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Thursday, July 21, 2022


Abruzzese Bucatini alla Amatriciana

This dish is named after Amatrice, a mountainous town on the border between Lazio and Abruzzi, 2 hours northeast of Rome. On the Sunday after Fer Agosto, August 15 (Market Day), Bucatini alla Amatriciana is the corner stone dish for local celebrations and uses the long, hollow Italian pasta (bucatini, literally means small hole.) No self-respecting Roman restaurant would dare leave this dish off the menu, but it is often made with other types of pasta, including rigatoni or spaghetti.

"Fair August" is one of the most observed Italian public holidays when practically all of Italy grinds to a halt. For some reason, unknown to me, around the coliseum in Rome is a favorite hangout at this time.

1 medium onion, finely chopped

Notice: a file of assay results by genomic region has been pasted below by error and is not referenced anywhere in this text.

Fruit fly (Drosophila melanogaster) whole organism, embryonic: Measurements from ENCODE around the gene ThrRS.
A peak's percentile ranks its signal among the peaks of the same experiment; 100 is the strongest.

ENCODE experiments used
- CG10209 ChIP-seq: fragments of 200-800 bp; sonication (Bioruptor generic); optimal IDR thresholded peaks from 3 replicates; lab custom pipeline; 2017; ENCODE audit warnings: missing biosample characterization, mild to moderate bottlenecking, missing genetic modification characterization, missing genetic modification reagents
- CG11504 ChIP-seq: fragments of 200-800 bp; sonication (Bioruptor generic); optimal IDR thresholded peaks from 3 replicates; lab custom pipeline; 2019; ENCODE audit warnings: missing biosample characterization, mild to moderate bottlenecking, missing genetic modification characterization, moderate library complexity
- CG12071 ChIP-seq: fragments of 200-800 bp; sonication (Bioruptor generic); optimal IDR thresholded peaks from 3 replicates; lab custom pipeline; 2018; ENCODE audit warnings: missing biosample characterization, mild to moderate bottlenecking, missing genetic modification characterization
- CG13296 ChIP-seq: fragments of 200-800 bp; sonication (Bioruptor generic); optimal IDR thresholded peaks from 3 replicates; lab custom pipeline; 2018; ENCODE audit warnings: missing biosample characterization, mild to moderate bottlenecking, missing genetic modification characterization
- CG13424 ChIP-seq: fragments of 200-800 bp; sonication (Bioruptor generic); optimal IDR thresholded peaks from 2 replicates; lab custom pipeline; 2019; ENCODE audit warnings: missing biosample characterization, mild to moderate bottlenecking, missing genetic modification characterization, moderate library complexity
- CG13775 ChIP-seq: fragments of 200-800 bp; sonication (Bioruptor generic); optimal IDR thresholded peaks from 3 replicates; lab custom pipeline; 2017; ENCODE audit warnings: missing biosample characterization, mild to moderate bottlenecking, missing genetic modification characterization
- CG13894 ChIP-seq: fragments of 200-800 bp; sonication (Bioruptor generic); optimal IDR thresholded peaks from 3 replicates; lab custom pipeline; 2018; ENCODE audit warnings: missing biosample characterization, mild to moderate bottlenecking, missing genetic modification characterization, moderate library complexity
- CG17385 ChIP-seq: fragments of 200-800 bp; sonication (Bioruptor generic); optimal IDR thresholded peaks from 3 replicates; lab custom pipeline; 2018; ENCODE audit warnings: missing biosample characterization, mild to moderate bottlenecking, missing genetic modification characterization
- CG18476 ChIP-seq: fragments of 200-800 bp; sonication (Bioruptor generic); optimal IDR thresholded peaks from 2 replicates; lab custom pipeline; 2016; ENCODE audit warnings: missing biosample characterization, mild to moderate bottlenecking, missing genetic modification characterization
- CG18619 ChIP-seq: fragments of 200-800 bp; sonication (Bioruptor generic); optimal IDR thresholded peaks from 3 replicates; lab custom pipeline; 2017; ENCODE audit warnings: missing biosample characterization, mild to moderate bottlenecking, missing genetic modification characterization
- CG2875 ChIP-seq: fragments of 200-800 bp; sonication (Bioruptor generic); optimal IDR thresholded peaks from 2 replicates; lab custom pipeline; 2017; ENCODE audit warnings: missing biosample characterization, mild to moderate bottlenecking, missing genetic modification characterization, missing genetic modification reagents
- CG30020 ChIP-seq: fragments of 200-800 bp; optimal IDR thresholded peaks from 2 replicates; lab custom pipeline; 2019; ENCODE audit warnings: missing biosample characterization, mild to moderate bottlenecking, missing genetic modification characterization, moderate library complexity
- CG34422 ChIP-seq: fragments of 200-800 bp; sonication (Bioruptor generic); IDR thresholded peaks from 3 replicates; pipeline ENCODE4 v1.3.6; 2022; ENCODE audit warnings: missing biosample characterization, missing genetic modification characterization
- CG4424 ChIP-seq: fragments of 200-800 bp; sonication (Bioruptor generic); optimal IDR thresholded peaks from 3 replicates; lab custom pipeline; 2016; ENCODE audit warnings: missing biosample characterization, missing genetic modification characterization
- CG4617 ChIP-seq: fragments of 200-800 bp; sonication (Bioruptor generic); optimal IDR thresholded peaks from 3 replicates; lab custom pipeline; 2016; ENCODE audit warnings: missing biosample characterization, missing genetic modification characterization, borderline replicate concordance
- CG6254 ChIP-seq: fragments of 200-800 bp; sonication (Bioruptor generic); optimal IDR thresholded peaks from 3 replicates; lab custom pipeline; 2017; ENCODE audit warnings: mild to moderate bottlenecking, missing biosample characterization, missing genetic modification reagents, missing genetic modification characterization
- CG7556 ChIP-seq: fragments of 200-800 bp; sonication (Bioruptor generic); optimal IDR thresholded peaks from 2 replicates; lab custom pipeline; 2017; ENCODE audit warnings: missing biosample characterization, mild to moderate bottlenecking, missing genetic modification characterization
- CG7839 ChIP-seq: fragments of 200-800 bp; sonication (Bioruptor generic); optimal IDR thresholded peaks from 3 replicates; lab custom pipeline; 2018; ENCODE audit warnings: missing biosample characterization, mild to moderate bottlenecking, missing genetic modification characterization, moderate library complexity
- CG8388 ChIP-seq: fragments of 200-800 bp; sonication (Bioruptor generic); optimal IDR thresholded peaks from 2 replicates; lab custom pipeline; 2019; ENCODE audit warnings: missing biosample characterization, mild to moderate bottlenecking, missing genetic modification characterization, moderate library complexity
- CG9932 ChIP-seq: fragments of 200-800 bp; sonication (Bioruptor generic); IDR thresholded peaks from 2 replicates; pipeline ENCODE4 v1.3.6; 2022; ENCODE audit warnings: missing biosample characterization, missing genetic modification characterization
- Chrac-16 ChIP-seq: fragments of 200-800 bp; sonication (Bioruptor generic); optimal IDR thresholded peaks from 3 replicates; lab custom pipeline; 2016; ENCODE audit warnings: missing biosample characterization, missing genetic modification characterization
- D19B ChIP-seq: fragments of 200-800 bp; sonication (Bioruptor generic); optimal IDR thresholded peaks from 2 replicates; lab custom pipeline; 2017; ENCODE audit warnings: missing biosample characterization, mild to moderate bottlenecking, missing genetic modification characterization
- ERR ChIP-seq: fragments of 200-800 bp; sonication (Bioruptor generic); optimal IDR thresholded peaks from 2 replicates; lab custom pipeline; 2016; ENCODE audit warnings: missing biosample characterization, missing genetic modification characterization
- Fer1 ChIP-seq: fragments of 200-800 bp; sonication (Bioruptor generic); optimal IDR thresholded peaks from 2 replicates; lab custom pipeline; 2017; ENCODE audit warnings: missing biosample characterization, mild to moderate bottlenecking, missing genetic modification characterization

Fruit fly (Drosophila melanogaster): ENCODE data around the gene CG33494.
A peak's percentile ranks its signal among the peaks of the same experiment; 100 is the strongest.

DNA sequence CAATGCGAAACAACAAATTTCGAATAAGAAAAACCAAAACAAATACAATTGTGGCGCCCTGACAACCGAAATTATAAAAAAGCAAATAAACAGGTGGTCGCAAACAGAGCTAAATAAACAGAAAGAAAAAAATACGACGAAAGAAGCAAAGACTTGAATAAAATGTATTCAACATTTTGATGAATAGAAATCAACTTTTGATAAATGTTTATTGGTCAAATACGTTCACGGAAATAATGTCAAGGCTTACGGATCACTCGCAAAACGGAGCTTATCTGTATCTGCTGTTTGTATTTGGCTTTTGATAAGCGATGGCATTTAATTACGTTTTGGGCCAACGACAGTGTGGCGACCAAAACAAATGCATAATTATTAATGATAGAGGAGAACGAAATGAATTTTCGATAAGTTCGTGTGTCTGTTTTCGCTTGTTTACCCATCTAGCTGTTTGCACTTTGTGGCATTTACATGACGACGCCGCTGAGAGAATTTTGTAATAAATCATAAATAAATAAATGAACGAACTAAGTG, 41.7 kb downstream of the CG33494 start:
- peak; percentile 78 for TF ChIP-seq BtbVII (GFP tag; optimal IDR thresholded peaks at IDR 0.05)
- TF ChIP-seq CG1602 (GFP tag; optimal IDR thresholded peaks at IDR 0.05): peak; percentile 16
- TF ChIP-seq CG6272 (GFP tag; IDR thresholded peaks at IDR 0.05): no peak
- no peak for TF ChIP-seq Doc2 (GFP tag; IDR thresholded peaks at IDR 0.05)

4 ounces of guanciale (cured hog's jowl), finely diced (substitute ½ pancetta, ½ salt pork)
3 Tablespoons sweet butter or 50-50 with olive oil
1 1/2 pounds fresh tomatoes, peeled, seeded and chopped
½ teaspoon or more crushed red peppers to taste
Salt and freshly ground black pepper
1/2 cup Romano pecorino cheese
1 pound bucatini pasta 
A little chopped basil

Heat a large covered pot of lightly salted water to a boil. Taste the water to insure salt level. Initially, under salt as the cured pork product is very salty and so is the pecorino cheese.

Sauté the onions in melted butter until limp and nearly transparent. Add the peppers and guanciale and sauté until onion is golden about 8 to 10 minutes. Add chopped tomatoes and cook over medium-high heat stirring occasionally. Make sure sauce does not burn, cook about 15 minutes. Correct seasonings

Cook the bucatini in rapidly boiling water until “al dente.”

Drain pasta well, and combine with sauce. Toss well for at least a minute. Turn out on a warmed serving platter, top with cheese, garnished with fresh chopped basil.

  1. Normally, in August, we are at the height of the tomato growing season when fresh tomatoes are at their best. The San Marzano region near Naples is considered one of the best tomato growing regions in the world, and cans stamped with the DOP seal signifies that it contains only those tomatoes grown in the province of Salerno, vine-ripened, peeled an